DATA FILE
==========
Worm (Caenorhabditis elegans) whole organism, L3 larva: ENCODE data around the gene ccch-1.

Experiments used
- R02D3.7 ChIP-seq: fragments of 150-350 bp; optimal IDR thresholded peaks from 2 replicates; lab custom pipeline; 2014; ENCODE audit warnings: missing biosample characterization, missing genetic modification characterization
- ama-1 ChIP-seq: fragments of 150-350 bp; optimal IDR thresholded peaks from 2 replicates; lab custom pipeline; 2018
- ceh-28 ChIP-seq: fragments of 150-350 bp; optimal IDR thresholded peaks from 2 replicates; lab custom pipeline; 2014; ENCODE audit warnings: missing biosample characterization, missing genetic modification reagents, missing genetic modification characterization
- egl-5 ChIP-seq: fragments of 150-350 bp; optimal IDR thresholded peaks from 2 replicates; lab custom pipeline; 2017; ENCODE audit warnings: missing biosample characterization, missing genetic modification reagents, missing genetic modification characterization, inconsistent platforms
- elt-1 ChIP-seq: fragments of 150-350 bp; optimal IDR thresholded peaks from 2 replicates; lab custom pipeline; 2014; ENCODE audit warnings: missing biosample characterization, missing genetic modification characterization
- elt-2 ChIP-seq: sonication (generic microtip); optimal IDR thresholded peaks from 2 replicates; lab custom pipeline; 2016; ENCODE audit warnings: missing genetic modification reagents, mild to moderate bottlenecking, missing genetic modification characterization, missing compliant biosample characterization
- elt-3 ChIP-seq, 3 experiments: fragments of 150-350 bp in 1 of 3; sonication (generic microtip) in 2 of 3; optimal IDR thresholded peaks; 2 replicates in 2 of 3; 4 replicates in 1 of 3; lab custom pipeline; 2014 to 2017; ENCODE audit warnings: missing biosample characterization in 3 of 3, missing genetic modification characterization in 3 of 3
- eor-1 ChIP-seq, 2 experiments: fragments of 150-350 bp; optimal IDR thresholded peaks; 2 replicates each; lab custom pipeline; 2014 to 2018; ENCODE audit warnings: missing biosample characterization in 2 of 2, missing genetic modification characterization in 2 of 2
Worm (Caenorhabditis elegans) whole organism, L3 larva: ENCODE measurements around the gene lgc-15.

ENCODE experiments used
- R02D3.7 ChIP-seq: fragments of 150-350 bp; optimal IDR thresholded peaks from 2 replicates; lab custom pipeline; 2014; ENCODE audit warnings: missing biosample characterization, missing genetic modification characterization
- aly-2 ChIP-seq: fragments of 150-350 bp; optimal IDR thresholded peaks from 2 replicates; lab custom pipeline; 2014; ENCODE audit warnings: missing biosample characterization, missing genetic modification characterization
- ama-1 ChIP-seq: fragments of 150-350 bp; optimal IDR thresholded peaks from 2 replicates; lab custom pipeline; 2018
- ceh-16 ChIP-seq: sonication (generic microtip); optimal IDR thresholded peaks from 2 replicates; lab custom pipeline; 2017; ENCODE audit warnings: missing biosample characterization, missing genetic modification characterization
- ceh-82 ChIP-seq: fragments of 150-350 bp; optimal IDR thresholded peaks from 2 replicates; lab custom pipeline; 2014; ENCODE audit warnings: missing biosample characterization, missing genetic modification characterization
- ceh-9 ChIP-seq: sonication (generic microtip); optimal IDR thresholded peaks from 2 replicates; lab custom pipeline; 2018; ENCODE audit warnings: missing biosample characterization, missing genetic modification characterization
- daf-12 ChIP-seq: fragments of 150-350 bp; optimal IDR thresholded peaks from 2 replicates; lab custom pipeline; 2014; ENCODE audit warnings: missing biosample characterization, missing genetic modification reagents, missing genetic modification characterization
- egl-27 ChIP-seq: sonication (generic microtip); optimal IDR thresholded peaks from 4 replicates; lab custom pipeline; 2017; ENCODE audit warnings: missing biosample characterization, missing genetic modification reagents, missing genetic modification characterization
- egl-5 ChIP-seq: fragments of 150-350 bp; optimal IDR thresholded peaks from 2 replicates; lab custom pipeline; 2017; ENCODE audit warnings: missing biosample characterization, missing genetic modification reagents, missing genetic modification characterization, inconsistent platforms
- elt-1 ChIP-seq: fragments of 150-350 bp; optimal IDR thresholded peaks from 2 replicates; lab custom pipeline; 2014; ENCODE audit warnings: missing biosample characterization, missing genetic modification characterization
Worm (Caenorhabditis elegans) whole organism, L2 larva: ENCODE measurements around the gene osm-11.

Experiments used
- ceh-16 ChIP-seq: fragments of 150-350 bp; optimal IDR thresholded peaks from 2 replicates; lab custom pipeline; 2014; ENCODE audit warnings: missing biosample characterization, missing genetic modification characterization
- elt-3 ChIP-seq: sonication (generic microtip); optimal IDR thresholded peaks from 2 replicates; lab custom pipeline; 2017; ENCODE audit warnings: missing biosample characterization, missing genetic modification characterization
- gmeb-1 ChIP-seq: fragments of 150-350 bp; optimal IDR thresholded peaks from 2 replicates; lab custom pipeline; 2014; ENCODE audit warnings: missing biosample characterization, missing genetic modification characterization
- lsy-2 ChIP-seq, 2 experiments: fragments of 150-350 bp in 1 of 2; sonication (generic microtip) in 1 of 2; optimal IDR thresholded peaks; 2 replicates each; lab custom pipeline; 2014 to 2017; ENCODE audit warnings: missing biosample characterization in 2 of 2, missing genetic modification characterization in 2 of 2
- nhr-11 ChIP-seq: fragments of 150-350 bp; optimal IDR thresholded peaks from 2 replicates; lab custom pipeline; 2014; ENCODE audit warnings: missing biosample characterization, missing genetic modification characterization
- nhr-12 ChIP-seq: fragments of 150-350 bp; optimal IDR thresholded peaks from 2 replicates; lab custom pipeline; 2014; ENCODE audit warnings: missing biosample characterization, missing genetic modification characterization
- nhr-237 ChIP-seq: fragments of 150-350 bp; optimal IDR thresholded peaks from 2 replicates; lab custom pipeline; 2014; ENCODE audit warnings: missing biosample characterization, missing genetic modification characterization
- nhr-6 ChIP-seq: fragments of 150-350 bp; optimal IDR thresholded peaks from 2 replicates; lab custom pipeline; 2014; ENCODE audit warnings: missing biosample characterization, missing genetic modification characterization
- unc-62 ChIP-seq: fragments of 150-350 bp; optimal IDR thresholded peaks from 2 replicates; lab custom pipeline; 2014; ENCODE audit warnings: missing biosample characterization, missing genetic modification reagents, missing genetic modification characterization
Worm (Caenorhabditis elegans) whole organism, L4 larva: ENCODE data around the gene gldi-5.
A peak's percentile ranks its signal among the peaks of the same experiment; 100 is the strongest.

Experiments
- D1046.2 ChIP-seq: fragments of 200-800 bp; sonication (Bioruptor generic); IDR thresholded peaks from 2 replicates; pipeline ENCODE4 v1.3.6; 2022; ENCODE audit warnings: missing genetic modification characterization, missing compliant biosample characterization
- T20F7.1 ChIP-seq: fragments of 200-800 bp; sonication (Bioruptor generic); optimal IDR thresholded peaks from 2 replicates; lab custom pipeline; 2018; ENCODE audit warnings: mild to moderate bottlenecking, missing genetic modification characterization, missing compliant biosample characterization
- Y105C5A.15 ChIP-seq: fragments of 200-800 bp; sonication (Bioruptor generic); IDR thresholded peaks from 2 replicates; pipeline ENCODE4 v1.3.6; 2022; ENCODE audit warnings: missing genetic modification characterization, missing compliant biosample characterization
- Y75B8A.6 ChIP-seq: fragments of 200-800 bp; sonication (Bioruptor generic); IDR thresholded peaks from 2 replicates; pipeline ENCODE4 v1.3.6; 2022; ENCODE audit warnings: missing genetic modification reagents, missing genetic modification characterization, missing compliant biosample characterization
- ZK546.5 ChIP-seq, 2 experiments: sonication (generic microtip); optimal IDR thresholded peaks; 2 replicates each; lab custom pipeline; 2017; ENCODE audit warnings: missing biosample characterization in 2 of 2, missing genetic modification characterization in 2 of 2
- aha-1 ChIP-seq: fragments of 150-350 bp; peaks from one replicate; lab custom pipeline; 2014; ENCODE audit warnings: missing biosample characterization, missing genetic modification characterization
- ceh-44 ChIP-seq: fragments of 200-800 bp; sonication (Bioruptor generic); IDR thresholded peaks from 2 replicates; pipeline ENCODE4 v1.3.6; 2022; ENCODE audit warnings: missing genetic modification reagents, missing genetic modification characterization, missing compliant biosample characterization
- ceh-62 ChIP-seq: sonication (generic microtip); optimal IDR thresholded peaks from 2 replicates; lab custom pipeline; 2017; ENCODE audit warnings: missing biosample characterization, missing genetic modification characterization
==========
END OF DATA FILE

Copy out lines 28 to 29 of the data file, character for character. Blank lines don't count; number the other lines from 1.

- lsy-2 ChIP-seq, 2 experiments: fragments of 150-350 bp in 1 of 2; sonication (generic microtip) in 1 of 2; optimal IDR thresholded peaks; 2 replicates each; lab custom pipeline; 2014 to 2017; ENCODE audit warnings: missing biosample characterization in 2 of 2, missing genetic modification characterization in 2 of 2
- nhr-11 ChIP-seq: fragments of 150-350 bp; optimal IDR thresholded peaks from 2 replicates; lab custom pipeline; 2014; ENCODE audit warnings: missing biosample characterization, missing genetic modification characterization